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No. 13 FSU beats No. 16 NIU 31-10 in Orange Bowl

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No. 13 FSU beats No. 16 NIU 31-10 in Orange Bowl

MIAMI (AP) Laughing and mugging for the cameras, the Florida State Seminoles happily hoisted the Orange Bowl trophy as a consolation prize, their disappointment about failing to reach the national championship game all but forgotten.

They figure next season will be different.

Smothering defense and two breakaway runs by senior fullback Lonnie Pryor helped Florida State beat Northern Illinois 31-10 Tuesday night.

The victory was the first for the Seminoles (12-2) in a BCS bowl since the glory days of 2000, when they beat Virginia Tech for the national title.

After the game, coach Jimbo Fisher's players wore T-shirts that read, ``Florida Statement.''

``We're knocking on the door,'' Fisher said. ``We feel very confident about where we're going and what we're doing. We've laid a great foundation here, and there's a great team coming back.''

While Fisher's roster is loaded with underclassmen, two seniors shone in the season finale. Pryor, voted the game's outstanding player, ran for a career-high 134 yards and two scores in only five carries, while classmate EJ Manuel threw for 291 yards.

``We wanted to leave a legacy and change the culture in what we do here,'' Manuel said. ``You're reaping the benefits right now.''

Junior defensive end Bjoern Werner - who has yet to announce whether he'll turn pro this year - led a swarming defense that stuffed Huskies QB and all-purpose threat Jordan Lynch for most of the night.

Florida State cornerback Xavier Rhodes recovered a fumble in the fourth quarter to help seal the win. He said he'll forgo his senior season and join the NFL this year.

The 13th-ranked Seminoles won a bowl game for the fifth season in a row, but the stakes were higher this time. It was their first BCS bowl berth in seven years.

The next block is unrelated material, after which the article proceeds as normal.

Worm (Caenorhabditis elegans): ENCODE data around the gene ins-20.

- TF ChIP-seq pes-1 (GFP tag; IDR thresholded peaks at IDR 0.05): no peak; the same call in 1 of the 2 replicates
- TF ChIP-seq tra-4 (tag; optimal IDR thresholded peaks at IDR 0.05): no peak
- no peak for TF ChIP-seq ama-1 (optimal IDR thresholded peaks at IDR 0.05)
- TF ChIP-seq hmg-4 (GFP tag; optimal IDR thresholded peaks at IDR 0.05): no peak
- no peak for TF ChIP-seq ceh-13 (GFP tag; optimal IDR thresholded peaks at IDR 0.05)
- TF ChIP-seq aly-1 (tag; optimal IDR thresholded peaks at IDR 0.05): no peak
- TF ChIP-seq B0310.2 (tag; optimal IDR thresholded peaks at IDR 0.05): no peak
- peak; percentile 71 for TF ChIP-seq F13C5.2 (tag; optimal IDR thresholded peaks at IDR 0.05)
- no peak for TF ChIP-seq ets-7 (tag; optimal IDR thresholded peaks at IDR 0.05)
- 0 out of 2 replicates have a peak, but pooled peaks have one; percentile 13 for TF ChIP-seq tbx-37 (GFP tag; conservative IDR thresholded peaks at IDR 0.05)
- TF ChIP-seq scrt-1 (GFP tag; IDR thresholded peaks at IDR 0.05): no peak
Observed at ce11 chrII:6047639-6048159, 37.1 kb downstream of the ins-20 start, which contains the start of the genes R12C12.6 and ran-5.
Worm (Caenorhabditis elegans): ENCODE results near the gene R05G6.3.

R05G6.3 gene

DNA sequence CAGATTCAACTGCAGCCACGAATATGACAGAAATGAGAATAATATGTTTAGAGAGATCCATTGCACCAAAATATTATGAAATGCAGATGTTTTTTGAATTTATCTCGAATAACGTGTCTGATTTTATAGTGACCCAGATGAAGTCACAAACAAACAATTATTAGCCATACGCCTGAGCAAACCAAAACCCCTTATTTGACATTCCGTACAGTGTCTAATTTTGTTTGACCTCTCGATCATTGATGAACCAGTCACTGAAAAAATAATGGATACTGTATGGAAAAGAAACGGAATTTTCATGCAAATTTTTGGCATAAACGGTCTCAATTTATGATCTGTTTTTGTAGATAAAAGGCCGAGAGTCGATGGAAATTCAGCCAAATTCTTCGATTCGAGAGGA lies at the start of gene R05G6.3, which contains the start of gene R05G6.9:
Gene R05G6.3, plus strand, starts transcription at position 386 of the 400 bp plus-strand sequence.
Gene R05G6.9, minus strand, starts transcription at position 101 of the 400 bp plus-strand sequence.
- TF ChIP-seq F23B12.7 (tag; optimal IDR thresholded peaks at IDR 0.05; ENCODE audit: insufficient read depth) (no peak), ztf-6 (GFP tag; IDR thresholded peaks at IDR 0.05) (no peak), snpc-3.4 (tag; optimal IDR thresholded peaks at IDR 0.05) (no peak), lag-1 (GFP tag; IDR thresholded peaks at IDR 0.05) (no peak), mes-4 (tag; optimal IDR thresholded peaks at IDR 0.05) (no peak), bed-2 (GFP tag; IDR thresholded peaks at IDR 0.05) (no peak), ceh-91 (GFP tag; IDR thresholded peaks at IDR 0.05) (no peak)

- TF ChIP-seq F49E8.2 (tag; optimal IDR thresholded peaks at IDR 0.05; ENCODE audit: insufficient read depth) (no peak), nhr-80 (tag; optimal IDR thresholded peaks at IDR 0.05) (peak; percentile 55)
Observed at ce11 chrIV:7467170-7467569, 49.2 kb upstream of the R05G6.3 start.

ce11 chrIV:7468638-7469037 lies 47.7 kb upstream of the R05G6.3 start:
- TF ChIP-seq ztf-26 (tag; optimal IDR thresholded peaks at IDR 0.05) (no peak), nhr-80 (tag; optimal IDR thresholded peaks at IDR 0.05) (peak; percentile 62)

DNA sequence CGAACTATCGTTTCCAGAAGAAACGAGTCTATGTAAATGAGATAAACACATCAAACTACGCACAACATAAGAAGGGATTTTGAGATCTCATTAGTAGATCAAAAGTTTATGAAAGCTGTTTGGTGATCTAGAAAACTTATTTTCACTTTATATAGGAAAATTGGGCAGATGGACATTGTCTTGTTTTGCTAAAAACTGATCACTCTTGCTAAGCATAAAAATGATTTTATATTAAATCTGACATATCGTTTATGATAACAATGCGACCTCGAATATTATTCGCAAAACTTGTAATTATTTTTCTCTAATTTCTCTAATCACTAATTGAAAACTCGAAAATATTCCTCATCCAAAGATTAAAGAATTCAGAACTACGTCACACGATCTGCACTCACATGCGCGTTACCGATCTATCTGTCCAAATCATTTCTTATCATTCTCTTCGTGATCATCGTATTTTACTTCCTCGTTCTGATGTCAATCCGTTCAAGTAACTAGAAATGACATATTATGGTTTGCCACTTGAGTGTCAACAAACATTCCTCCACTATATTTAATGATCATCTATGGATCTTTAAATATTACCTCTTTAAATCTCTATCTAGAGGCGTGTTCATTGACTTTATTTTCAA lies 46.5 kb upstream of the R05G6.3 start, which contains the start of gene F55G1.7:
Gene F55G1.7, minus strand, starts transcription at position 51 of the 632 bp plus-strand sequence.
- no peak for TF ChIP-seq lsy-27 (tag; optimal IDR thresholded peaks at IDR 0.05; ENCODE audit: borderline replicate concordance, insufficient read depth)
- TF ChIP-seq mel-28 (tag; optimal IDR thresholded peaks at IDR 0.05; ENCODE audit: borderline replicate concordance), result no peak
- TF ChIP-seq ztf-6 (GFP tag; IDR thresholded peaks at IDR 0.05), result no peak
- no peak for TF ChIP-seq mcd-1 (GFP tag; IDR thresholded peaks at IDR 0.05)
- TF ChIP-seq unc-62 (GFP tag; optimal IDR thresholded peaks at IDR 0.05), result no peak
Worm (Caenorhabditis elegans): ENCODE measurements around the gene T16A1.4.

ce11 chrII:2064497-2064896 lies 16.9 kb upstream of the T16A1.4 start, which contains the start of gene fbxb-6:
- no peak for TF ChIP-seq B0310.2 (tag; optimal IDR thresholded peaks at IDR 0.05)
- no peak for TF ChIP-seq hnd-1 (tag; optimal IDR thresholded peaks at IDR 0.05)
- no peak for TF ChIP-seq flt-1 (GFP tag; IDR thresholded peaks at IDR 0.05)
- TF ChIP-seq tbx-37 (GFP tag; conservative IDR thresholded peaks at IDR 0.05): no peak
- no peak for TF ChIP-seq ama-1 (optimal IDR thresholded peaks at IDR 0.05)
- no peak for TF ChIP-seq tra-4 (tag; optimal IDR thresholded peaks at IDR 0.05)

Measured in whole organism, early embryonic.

``It's not the national championship, but right below,'' Werner said. ``Not a lot of teams can say that.''

The 12-victory season was the first since 1999 for the Seminoles, the Atlantic Coast Conference champions.

``Florida State is almost back,'' safety Lamarcus Joyner said.

For 16th-ranked Northern Illinois (12-2), playing in a BCS bowl for the first time, the defeat snapped a 12-game winning streak. The Huskies came in as two-touchdown underdogs and fell to 5-28 against top 25 teams.

``We knew that they were going to play us tough,'' Fisher said. ``But our kids, it's another step in which we handled the big platform, and I'm very proud of them.''

Pryor scored the first touchdown on a career-long 60-yard run, then ran 37 yards for a clinching touchdown with 10 minutes left. They were the two longest rushes allowed by Northern Illinois all season.

Manuel went 26 for 38, threw for one score and ran for another. Florida State totaled 534 yards and broke the school record for yards in a season with 6,591.

The Huskies were widely derided as unworthy of a BCS bowl berth, and didn't do enough to silence the doubters. Trick plays in the kicking game helped keep them close until the fourth quarter, but when it came to Lynch, not much fooled a Florida State defense ranked second in the nation.

``Definitely the best defense we played all year,'' Lynch said. ``They were always in the right spot at the right time, it seemed like. They were hungry out there.''

Lynch came into the game leading the nation in rushing and total offense, and he threw or ran on nearly every play for the Huskies. But he completed only 15 of 41 attempts for 176 yards, and carried 23 times for 44 yards.

The junior became the first player in NCAA history to surpass 3,000 yards passing and 1,500 rushing in a season.

After the Huskies' lone touchdown cut their deficit to 17-10 in the third quarter, they recovered an onside kick, and Lynch moved them to the Florida State 23. But he was flushed from the pocket on third down and threw an ill-advised pass that Terrence Brooks intercepted.